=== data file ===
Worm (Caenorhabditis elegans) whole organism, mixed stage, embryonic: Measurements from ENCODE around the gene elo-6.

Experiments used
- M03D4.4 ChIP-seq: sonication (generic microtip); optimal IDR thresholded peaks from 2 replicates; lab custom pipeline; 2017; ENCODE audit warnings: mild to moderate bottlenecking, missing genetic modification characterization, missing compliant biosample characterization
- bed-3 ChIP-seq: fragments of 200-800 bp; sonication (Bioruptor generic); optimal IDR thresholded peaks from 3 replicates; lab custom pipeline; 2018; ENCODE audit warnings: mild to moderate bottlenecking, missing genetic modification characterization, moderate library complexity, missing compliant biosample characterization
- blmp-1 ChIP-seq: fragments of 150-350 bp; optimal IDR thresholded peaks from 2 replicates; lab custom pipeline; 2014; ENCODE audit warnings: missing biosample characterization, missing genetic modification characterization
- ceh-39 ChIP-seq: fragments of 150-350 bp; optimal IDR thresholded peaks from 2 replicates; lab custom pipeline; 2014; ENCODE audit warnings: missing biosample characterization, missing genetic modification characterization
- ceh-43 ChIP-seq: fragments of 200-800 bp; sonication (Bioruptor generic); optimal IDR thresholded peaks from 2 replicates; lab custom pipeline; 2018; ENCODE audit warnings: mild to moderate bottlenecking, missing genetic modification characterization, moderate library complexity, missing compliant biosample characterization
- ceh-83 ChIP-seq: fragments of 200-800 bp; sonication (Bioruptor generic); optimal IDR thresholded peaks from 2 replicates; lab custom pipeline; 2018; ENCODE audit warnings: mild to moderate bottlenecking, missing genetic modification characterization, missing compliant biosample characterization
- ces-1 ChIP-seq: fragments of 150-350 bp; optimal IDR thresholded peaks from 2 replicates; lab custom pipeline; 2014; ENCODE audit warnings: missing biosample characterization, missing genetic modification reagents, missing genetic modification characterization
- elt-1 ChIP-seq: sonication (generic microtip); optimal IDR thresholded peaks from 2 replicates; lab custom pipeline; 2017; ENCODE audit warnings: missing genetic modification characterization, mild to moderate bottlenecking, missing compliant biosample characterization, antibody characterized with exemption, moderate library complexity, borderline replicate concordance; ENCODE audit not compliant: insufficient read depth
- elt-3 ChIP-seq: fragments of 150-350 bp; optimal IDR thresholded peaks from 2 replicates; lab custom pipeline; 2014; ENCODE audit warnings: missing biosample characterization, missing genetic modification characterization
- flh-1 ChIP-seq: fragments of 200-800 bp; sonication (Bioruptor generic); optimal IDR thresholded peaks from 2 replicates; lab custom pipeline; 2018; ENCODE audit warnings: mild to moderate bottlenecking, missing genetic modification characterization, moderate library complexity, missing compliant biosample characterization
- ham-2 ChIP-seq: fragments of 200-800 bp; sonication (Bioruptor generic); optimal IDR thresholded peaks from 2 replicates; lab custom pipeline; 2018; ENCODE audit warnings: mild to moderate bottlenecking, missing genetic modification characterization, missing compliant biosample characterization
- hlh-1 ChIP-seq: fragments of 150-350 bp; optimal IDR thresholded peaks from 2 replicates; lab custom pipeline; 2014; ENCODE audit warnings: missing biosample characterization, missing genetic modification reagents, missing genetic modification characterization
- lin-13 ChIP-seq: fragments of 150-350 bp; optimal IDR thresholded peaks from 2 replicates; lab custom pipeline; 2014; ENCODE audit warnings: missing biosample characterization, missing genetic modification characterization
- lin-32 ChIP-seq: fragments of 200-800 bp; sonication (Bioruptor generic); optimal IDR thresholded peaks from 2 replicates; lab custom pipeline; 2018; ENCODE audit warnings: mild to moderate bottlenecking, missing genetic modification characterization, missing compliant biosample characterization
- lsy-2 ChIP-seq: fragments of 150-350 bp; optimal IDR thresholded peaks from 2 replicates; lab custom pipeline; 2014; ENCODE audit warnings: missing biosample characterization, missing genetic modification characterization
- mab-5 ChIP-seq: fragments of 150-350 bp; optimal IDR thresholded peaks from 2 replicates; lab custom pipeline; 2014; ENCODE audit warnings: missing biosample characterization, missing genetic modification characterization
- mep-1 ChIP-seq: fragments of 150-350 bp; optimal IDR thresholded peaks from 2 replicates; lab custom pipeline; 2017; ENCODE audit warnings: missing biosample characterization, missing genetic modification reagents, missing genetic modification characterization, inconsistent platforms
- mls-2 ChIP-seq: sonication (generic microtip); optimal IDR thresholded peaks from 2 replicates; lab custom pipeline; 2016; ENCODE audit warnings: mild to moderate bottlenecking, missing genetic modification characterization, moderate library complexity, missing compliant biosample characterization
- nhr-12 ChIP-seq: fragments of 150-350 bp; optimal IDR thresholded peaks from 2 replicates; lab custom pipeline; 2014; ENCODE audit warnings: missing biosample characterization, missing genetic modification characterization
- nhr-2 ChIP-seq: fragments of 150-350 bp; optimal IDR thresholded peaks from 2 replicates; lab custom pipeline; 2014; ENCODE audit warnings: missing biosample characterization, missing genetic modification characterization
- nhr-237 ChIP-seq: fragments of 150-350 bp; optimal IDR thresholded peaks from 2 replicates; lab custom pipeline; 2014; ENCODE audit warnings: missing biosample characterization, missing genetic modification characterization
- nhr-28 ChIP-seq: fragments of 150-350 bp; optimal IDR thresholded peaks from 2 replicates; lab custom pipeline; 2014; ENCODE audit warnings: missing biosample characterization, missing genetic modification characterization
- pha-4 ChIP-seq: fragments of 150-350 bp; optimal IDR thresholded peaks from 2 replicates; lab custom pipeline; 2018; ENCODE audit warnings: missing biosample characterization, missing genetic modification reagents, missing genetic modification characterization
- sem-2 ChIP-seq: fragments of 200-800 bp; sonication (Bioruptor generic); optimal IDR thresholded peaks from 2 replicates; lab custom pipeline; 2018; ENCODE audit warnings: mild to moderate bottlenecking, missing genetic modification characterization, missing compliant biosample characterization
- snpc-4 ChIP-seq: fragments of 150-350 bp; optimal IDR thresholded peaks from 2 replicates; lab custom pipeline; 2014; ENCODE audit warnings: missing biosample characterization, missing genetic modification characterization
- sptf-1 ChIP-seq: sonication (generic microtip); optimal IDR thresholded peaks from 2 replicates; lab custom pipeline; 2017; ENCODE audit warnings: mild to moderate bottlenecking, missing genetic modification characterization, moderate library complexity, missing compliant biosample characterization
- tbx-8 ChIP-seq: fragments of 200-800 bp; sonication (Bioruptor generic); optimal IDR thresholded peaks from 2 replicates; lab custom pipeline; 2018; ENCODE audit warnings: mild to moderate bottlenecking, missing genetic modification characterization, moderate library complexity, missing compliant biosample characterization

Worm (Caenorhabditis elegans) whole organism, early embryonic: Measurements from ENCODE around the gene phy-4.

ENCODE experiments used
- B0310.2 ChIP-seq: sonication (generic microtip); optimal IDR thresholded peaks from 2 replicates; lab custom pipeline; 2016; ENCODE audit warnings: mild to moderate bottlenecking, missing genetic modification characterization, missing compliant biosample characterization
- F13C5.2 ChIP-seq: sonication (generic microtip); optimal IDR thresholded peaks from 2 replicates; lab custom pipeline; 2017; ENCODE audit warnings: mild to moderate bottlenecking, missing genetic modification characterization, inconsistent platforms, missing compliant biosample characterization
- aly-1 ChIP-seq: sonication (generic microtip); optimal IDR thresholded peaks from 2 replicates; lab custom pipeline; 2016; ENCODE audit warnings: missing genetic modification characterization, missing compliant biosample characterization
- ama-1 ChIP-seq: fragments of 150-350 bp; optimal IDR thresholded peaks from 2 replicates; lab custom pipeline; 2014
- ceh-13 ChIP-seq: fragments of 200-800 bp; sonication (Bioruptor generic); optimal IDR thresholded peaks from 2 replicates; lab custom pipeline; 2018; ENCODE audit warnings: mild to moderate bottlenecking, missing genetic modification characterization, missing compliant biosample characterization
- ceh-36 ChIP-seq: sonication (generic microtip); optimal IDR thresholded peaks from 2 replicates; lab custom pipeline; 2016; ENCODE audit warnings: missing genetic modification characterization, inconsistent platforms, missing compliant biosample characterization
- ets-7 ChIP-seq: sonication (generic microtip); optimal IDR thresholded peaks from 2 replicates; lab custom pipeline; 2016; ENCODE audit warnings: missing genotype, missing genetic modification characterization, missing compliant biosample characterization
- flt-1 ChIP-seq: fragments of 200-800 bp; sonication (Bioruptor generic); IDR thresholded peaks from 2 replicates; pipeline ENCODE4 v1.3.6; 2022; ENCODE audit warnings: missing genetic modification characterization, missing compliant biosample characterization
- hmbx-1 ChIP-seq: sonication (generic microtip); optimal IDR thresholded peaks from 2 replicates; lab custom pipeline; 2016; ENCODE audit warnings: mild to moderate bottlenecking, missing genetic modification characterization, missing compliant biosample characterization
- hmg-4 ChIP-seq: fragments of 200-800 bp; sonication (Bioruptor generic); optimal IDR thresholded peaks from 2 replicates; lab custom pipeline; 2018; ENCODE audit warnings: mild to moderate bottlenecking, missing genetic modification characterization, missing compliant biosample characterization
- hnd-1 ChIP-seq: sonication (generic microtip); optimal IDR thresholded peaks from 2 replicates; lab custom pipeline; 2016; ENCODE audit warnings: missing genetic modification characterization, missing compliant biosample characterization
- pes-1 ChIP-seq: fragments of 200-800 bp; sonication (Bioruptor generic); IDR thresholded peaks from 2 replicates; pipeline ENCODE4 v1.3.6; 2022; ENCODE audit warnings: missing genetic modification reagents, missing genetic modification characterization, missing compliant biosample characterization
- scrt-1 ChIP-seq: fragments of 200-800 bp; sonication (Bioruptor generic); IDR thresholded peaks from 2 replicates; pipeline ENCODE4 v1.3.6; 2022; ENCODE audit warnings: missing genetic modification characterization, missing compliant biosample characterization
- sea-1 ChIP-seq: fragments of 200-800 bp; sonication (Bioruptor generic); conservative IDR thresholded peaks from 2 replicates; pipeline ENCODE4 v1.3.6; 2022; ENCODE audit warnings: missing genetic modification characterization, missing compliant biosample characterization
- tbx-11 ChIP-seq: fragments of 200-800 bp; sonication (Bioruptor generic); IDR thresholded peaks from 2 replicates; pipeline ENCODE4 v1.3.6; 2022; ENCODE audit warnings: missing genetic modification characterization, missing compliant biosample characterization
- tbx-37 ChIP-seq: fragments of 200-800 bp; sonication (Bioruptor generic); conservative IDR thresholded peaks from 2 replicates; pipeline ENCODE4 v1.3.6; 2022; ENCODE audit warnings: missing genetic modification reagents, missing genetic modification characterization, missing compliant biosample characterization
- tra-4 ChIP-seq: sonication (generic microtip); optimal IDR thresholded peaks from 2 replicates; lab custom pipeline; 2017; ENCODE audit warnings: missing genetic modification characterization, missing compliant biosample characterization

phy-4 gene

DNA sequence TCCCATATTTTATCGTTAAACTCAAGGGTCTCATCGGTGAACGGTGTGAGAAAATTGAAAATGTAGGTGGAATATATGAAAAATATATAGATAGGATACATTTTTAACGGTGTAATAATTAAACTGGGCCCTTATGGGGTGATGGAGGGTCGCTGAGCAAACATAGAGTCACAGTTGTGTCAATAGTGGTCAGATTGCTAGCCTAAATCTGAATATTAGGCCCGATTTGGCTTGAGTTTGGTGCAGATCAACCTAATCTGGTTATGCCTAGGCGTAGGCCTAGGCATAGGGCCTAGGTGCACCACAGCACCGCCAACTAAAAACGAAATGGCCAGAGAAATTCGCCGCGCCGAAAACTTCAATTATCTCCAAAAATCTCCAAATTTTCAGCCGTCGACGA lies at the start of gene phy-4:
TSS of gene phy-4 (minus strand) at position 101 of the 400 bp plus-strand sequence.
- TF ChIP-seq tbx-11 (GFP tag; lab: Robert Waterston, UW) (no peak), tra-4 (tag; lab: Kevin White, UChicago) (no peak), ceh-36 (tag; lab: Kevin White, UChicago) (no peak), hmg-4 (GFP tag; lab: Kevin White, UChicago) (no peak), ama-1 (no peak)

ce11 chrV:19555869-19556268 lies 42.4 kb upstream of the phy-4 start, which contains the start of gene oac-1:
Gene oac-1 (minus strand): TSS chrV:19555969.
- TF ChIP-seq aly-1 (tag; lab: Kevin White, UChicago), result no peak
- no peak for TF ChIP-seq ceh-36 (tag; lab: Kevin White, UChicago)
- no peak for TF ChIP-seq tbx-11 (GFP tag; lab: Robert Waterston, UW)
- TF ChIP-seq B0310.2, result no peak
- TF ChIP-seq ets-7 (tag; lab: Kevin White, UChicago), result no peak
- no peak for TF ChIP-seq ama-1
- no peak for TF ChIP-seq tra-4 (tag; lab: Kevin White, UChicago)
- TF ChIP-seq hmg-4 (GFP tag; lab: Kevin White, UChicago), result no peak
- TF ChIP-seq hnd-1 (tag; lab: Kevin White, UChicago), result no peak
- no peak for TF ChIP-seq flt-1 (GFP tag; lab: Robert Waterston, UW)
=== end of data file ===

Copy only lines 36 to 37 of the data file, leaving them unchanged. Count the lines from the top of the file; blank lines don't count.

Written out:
- ceh-13 ChIP-seq: fragments of 200-800 bp; sonication (Bioruptor generic); optimal IDR thresholded peaks from 2 replicates; lab custom pipeline; 2018; ENCODE audit warnings: mild to moderate bottlenecking, missing genetic modification characterization, missing compliant biosample characterization
- ceh-36 ChIP-seq: sonication (generic microtip); optimal IDR thresholded peaks from 2 replicates; lab custom pipeline; 2016; ENCODE audit warnings: missing genetic modification characterization, inconsistent platforms, missing compliant biosample characterization